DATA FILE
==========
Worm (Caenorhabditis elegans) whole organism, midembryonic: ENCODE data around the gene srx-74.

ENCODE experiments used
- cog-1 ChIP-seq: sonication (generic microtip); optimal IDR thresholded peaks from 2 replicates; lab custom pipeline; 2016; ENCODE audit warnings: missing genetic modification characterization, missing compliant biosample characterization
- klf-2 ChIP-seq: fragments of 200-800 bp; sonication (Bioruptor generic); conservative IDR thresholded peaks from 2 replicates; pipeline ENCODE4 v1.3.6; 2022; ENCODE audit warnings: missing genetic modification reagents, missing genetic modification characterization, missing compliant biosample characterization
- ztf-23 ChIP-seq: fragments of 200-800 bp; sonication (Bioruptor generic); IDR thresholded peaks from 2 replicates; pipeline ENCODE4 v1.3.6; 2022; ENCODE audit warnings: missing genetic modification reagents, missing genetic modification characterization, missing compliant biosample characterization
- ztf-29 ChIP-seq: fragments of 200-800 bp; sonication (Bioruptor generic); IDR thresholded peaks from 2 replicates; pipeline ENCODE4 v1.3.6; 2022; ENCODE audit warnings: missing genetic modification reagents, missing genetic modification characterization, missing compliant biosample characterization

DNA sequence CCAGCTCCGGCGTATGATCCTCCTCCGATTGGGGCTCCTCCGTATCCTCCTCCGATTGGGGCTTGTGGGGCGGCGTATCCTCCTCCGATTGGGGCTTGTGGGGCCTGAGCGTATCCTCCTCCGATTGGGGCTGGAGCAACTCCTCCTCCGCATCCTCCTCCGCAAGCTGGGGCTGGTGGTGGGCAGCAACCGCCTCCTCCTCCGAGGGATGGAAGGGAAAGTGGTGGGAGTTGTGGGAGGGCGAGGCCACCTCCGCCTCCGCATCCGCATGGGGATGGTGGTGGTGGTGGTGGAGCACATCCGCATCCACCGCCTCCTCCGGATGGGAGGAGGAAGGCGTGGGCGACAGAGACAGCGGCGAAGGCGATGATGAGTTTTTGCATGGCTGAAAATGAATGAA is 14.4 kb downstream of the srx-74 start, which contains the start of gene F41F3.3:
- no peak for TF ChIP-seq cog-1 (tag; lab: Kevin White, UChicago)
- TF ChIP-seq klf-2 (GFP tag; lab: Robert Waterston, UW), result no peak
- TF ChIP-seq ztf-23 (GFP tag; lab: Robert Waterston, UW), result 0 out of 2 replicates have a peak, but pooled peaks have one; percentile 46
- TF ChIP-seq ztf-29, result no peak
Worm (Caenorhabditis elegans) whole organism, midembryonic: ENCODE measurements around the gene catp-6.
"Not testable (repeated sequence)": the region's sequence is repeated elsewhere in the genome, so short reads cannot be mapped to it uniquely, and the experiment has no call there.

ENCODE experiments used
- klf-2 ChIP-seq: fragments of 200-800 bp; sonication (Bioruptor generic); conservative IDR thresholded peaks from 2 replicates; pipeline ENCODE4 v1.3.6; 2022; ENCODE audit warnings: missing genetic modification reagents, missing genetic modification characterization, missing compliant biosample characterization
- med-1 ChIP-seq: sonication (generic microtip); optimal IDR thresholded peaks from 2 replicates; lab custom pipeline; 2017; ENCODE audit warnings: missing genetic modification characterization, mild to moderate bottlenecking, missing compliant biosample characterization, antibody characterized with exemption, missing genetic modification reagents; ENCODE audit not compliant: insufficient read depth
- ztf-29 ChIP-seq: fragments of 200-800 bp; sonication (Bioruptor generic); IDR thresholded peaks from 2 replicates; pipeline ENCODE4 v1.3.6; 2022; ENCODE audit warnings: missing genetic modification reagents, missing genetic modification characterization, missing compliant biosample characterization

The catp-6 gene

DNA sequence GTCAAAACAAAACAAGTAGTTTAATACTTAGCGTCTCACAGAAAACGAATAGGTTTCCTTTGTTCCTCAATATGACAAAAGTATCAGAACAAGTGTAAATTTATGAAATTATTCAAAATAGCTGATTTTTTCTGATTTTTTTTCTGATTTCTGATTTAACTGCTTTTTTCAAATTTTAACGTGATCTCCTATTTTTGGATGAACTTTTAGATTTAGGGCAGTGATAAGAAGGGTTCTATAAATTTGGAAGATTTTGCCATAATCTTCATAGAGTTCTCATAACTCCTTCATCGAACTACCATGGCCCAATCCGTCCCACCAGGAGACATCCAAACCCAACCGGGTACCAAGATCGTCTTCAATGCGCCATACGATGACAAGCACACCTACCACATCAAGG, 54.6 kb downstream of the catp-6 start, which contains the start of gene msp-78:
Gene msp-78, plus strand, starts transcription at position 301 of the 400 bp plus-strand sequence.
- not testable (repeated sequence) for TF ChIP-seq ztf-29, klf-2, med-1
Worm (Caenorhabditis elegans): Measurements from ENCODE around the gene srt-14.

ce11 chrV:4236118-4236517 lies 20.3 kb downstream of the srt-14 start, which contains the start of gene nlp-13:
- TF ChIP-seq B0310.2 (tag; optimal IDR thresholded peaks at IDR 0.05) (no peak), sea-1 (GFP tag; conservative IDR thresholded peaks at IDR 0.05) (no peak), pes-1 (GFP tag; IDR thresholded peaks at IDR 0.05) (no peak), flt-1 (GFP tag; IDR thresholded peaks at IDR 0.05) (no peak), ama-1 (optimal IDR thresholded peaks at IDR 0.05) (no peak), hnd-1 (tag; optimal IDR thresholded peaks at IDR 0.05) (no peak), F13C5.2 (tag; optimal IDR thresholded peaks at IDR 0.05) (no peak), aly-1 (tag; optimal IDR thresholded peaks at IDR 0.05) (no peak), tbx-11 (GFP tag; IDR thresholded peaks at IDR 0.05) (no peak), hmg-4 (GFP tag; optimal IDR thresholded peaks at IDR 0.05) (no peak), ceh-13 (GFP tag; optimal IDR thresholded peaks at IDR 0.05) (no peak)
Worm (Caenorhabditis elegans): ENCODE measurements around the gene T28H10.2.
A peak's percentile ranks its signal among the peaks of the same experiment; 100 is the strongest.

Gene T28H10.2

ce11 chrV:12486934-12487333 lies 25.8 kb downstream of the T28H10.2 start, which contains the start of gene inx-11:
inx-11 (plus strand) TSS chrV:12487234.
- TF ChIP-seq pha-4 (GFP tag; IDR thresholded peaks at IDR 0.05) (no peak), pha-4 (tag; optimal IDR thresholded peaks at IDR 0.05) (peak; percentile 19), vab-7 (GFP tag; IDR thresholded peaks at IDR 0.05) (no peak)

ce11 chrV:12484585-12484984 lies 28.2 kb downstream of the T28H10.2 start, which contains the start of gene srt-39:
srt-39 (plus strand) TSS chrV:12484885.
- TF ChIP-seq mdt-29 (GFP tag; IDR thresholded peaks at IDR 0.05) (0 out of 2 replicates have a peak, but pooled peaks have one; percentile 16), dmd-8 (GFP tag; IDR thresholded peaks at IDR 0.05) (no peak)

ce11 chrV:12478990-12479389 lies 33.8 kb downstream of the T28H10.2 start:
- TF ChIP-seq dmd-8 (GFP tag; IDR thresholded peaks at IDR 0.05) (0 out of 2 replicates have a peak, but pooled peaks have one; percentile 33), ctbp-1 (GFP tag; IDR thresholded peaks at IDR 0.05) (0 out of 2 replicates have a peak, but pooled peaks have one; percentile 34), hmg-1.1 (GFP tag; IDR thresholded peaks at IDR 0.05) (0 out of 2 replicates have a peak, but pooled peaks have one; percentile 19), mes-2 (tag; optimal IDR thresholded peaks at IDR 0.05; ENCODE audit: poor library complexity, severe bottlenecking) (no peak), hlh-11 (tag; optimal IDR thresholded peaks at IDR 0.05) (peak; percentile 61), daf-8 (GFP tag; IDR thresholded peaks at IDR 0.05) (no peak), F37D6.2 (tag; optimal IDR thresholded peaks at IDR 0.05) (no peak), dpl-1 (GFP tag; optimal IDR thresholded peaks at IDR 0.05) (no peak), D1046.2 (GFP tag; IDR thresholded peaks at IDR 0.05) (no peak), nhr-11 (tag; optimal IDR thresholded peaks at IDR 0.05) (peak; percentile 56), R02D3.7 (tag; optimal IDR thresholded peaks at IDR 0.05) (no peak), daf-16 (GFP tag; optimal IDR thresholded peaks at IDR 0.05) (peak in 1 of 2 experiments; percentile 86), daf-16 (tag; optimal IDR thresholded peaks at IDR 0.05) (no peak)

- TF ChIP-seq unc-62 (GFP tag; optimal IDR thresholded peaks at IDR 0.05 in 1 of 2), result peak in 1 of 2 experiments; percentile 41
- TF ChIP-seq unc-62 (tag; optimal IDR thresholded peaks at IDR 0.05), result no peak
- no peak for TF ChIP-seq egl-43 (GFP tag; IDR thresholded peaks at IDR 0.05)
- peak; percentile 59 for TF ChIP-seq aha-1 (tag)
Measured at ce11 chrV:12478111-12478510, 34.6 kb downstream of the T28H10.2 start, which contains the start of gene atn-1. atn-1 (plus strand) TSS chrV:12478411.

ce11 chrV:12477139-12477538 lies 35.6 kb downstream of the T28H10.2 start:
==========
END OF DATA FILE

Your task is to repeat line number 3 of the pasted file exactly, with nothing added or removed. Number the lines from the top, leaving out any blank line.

- cog-1 ChIP-seq: sonication (generic microtip); optimal IDR thresholded peaks from 2 replicates; lab custom pipeline; 2016; ENCODE audit warnings: missing genetic modification characterization, missing compliant biosample characterization